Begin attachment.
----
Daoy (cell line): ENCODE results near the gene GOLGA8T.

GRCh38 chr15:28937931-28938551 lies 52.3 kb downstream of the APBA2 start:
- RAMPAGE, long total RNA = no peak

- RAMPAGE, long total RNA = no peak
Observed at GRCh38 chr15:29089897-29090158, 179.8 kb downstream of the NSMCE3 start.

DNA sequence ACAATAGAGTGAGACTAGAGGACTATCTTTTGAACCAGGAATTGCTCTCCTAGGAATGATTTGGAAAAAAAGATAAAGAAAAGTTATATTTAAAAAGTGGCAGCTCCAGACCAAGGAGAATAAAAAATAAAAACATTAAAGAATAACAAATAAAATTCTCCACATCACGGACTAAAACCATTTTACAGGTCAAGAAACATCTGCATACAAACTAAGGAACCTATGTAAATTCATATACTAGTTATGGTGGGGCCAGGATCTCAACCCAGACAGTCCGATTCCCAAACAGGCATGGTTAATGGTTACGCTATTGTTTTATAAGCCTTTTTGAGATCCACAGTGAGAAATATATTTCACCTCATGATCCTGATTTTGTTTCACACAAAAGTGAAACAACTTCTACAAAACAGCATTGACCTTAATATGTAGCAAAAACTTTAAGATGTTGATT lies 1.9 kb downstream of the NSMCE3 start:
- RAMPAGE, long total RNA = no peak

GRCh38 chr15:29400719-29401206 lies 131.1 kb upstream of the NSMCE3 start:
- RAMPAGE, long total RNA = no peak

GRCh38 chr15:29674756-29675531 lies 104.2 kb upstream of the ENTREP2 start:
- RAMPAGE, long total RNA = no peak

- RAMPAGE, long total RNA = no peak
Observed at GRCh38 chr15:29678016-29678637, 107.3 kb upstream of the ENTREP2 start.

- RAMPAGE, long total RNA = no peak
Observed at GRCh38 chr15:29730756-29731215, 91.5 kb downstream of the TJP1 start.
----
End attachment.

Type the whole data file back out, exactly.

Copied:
Daoy (cell line): ENCODE results near the gene GOLGA8T.

GRCh38 chr15:28937931-28938551 lies 52.3 kb downstream of the APBA2 start:
- RAMPAGE, long total RNA = no peak

- RAMPAGE, long total RNA = no peak
Observed at GRCh38 chr15:29089897-29090158, 179.8 kb downstream of the NSMCE3 start.

DNA sequence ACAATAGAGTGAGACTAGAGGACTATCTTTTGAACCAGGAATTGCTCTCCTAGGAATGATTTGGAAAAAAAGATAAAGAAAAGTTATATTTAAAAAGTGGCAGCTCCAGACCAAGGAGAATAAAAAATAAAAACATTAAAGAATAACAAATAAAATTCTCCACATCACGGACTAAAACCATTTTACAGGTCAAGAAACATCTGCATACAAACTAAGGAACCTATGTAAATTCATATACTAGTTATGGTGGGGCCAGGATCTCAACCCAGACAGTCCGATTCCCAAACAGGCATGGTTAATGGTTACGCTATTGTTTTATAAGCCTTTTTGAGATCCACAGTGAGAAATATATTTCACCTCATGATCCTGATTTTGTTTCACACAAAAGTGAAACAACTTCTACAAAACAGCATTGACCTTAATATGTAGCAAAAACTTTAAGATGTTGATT lies 1.9 kb downstream of the NSMCE3 start:
- RAMPAGE, long total RNA = no peak

GRCh38 chr15:29400719-29401206 lies 131.1 kb upstream of the NSMCE3 start:
- RAMPAGE, long total RNA = no peak

GRCh38 chr15:29674756-29675531 lies 104.2 kb upstream of the ENTREP2 start:
- RAMPAGE, long total RNA = no peak

- RAMPAGE, long total RNA = no peak
Observed at GRCh38 chr15:29678016-29678637, 107.3 kb upstream of the ENTREP2 start.

- RAMPAGE, long total RNA = no peak
Observed at GRCh38 chr15:29730756-29731215, 91.5 kb downstream of the TJP1 start.